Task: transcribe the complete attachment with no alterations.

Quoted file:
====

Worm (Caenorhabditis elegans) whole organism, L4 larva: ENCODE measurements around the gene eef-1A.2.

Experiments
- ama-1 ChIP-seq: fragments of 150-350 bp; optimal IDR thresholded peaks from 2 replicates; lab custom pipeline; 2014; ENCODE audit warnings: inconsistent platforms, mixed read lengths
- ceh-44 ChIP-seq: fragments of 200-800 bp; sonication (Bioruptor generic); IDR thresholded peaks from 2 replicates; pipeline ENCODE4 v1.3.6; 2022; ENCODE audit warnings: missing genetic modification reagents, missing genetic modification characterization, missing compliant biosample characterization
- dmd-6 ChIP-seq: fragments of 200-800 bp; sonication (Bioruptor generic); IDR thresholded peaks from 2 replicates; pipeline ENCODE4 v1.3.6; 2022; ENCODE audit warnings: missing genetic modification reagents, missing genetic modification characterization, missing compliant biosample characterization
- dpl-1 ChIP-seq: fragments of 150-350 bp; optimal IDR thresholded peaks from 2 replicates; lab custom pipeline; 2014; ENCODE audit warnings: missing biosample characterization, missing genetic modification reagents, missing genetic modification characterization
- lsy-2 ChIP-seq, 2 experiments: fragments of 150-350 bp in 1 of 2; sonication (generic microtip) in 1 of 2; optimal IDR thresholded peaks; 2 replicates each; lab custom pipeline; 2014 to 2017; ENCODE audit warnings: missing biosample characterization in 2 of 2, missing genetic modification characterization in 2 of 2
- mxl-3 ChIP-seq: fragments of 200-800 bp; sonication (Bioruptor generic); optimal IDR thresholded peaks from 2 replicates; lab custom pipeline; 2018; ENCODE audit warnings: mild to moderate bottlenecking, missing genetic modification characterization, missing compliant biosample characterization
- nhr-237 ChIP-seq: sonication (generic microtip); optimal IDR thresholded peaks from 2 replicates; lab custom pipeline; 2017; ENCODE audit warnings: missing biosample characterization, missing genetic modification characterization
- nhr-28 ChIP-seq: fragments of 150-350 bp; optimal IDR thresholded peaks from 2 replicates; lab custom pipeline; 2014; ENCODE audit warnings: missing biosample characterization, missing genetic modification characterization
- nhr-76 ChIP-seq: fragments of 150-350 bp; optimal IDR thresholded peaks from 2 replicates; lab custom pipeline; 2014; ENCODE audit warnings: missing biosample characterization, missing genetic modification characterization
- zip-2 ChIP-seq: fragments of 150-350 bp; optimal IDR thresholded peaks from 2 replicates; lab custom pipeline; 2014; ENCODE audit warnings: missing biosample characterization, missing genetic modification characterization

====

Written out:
Worm (Caenorhabditis elegans) whole organism, L4 larva: ENCODE measurements around the gene eef-1A.2.

Experiments
- ama-1 ChIP-seq: fragments of 150-350 bp; optimal IDR thresholded peaks from 2 replicates; lab custom pipeline; 2014; ENCODE audit warnings: inconsistent platforms, mixed read lengths
- ceh-44 ChIP-seq: fragments of 200-800 bp; sonication (Bioruptor generic); IDR thresholded peaks from 2 replicates; pipeline ENCODE4 v1.3.6; 2022; ENCODE audit warnings: missing genetic modification reagents, missing genetic modification characterization, missing compliant biosample characterization
- dmd-6 ChIP-seq: fragments of 200-800 bp; sonication (Bioruptor generic); IDR thresholded peaks from 2 replicates; pipeline ENCODE4 v1.3.6; 2022; ENCODE audit warnings: missing genetic modification reagents, missing genetic modification characterization, missing compliant biosample characterization
- dpl-1 ChIP-seq: fragments of 150-350 bp; optimal IDR thresholded peaks from 2 replicates; lab custom pipeline; 2014; ENCODE audit warnings: missing biosample characterization, missing genetic modification reagents, missing genetic modification characterization
- lsy-2 ChIP-seq, 2 experiments: fragments of 150-350 bp in 1 of 2; sonication (generic microtip) in 1 of 2; optimal IDR thresholded peaks; 2 replicates each; lab custom pipeline; 2014 to 2017; ENCODE audit warnings: missing biosample characterization in 2 of 2, missing genetic modification characterization in 2 of 2
- mxl-3 ChIP-seq: fragments of 200-800 bp; sonication (Bioruptor generic); optimal IDR thresholded peaks from 2 replicates; lab custom pipeline; 2018; ENCODE audit warnings: mild to moderate bottlenecking, missing genetic modification characterization, missing compliant biosample characterization
- nhr-237 ChIP-seq: sonication (generic microtip); optimal IDR thresholded peaks from 2 replicates; lab custom pipeline; 2017; ENCODE audit warnings: missing biosample characterization, missing genetic modification characterization
- nhr-28 ChIP-seq: fragments of 150-350 bp; optimal IDR thresholded peaks from 2 replicates; lab custom pipeline; 2014; ENCODE audit warnings: missing biosample characterization, missing genetic modification characterization
- nhr-76 ChIP-seq: fragments of 150-350 bp; optimal IDR thresholded peaks from 2 replicates; lab custom pipeline; 2014; ENCODE audit warnings: missing biosample characterization, missing genetic modification characterization
- zip-2 ChIP-seq: fragments of 150-350 bp; optimal IDR thresholded peaks from 2 replicates; lab custom pipeline; 2014; ENCODE audit warnings: missing biosample characterization, missing genetic modification characterization